Bayeux & Normandy – History, Cheese & Cider

After our chaotic exit from Paris, we headed straight towards the coast towards Normandy.  Normandy is known for Camembert and Cider, and is quiet easy to find cider marinated Camembert too… a match made in heaven!

We stayed in Tourneur, approximately 3 hours from Paris.  Thanks to Airbnb we stayed in a big, beautiful old farmhouse, with a huge room.  Our host was lovely… unfortunately we couldn’t really understand each other due to our lack of French and her lack of English.  Not an issue though, we were left to our own devices, and it was a great way to be introduced to Airbnb accommodation.

After spending an hour wandering around the supermarket checking out all the different food (a weird habit of mine, I love seeing what other countries have!) we collected items for a dinner soon to be our staple.  Consisting of local cheese, local wine, local meat & baguette, it was the perfect way to taste our way around France.

It was at this point we noticed there was no cold wine.  I tried asking for some (Avez-vous du vin froid?=Do you have cold wine?) but was told non.  I thought it may have been my pronunciation, but apparently this is normal?!  We soon found a solution to this issue later on in our trip… advice to come!  We grabbed a bottle of cider (also not cold) and a bottle of red, and went on our way.  Luckily we had a mini fridge in our room.

The Normandy cider was in a large 750ml bottle, sealed with a cork like sparkling wine.  French cider is often aged in barrel, and is highly carbonated.  Very affordable, and low in alcohol.  There are 3 types of cider, Cidre Doux (sweet), Demi-Sec (semi-sweet), and Cidre Brut (dry cider).  We went for the Brut, and found it very different to the cider we find here.  Unfortunately we were a bit eager, and didn’t let it get as cold as we should have.  It had a bit of ‘funk’ (in a good way!), & definitely tasted of apples.  It went very well with the Camembert!

The following day we drove to Bayeux. Bayeux is a delightful little town, full of plenty of history.  With a stream running through it, a grand old cathedral & typical cobblestone streets it was just how I pictured regional France.  We just don’t have that kind of history in New Zealand and Australia, and for a couple of tourists it was incredible.  We soon found these small, historical towns were all through France, just beautiful.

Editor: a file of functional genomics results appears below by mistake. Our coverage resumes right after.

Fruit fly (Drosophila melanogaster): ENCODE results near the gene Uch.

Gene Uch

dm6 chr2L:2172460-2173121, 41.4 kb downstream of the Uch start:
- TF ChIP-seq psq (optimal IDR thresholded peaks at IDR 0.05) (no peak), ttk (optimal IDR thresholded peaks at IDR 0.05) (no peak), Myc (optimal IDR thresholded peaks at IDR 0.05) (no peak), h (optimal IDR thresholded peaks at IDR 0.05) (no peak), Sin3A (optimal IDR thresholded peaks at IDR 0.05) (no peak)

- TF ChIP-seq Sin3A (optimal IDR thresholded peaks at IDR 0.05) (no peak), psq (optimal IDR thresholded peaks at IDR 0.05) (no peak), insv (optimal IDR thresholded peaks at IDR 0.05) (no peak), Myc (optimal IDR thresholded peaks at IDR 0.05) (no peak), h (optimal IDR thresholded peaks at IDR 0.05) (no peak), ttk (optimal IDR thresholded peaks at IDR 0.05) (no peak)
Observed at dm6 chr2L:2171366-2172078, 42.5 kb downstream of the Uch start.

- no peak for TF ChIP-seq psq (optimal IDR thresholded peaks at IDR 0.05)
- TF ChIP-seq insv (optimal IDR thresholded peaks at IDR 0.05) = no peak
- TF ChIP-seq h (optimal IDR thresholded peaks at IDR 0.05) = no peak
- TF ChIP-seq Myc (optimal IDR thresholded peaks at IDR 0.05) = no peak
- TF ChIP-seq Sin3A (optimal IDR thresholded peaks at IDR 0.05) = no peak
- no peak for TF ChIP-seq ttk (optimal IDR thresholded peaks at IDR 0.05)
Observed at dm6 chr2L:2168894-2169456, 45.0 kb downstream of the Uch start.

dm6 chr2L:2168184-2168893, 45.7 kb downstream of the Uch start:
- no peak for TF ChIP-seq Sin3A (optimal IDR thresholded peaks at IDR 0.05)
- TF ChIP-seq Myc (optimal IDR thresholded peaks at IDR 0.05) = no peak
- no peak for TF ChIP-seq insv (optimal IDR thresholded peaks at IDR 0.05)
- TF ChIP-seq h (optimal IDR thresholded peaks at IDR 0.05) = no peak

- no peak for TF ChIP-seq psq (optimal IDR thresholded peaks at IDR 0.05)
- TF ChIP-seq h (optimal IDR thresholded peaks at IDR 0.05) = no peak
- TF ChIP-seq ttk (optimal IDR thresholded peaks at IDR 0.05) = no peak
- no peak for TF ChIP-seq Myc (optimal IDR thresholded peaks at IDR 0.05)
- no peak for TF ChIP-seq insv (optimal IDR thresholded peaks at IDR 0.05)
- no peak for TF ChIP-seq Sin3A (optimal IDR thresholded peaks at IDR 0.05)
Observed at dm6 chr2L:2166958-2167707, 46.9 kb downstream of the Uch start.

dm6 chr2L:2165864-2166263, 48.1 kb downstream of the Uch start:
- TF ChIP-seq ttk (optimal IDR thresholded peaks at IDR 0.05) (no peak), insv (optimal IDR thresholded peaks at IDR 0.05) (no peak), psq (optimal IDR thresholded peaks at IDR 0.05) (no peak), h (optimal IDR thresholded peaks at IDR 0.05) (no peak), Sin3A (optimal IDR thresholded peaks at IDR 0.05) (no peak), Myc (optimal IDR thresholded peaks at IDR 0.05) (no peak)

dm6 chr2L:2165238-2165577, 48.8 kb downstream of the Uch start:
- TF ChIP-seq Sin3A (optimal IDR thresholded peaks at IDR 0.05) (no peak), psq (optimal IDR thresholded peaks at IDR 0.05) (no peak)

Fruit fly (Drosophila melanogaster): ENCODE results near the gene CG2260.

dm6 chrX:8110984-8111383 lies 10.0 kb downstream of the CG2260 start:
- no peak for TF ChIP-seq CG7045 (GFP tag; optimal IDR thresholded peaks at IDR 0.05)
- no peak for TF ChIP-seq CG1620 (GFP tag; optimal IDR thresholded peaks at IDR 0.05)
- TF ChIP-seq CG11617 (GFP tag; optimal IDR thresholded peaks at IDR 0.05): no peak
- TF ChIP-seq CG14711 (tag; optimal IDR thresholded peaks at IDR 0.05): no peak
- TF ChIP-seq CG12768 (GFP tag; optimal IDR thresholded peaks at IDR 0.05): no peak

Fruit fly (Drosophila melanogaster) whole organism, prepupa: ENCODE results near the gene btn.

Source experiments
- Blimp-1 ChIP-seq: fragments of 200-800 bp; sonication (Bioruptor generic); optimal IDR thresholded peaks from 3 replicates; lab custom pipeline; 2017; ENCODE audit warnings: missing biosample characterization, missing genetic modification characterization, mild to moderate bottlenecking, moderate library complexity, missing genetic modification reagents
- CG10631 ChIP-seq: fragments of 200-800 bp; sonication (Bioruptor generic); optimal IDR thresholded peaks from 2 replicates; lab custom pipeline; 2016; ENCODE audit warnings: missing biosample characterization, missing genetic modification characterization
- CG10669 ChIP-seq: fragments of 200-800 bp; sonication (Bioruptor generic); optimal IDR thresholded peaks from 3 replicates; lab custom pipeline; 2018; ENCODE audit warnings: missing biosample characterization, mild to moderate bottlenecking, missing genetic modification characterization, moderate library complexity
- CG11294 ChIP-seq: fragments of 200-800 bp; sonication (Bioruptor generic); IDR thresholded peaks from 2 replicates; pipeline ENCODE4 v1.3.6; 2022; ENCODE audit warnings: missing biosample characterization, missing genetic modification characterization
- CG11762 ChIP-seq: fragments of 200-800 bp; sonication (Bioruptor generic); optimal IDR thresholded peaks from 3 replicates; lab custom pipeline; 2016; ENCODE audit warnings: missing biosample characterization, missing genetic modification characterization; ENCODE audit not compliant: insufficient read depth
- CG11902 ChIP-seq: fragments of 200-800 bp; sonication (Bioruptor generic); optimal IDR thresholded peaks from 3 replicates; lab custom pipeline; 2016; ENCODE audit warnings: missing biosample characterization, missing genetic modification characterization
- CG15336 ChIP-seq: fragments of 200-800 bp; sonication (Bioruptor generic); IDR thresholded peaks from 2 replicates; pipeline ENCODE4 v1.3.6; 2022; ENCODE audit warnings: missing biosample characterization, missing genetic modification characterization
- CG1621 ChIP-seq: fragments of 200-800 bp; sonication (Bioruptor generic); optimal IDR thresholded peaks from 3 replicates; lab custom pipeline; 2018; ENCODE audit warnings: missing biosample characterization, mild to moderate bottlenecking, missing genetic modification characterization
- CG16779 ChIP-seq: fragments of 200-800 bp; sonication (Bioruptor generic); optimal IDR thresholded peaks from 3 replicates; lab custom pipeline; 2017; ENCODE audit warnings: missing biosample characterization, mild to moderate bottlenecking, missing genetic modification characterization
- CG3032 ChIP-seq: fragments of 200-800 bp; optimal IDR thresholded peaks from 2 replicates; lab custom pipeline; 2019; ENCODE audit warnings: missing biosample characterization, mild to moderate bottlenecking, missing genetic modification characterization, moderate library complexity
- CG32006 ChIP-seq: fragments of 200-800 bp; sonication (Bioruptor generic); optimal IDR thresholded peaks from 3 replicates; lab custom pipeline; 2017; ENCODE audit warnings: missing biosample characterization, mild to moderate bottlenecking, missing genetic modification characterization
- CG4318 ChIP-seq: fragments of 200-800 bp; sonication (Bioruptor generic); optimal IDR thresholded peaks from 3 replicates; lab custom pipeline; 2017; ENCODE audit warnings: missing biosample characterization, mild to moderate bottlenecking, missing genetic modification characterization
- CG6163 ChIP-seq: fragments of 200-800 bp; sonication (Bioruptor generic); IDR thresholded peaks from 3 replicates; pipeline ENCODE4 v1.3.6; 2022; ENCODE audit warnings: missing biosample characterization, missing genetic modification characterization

After a bit of exploring we found our pièce de résistance, the museum of the Bayeux Tapestry, or in French, Musée de la Tapisserie de Bayeux.  This is one of the 3 museums in Bayeux, the other two being an art museum & a war museum with the history of WWI & WWII.  There is a discount if you buy tickets to 2 or more of the museums at the same time.  Entry to just the Bayeux Tapestry Museum is 9.50 Euro per person (approx AUD14.00).

The Bayeux Tapestry is hand woven, 70m long, and depicts the events leading up to, and including, the Battle of Hastings in 1066, 950 years before our visit.  In short, it shows how William, Duke of Normandy (commonly known as King William the Conqueror) was requested to be king, and how he was betrayed by his cousin in law, Harold, Earl of Wessex (and eventually King of England).  This was particularly interesting to us as Hungry Husbands family is direct descendants of King William.

Our ticket to the tapestry included an audio guide which was very handy, well paced, had an automatic start, and explained what was going on in the tapestry itself.  After viewing the tapestry with the audio guide we went back to the start, as it was interesting looking at it with no commentary.  There were plenty of interesting images which showed those stitching it had a sense of humour, like a naked couple arguing, or the odd male genital shot.  We both enjoyed it, and were glad we made the detour to see this incredible piece of history.

From Bayeux we headed towards our next stop, the Loire Valley.

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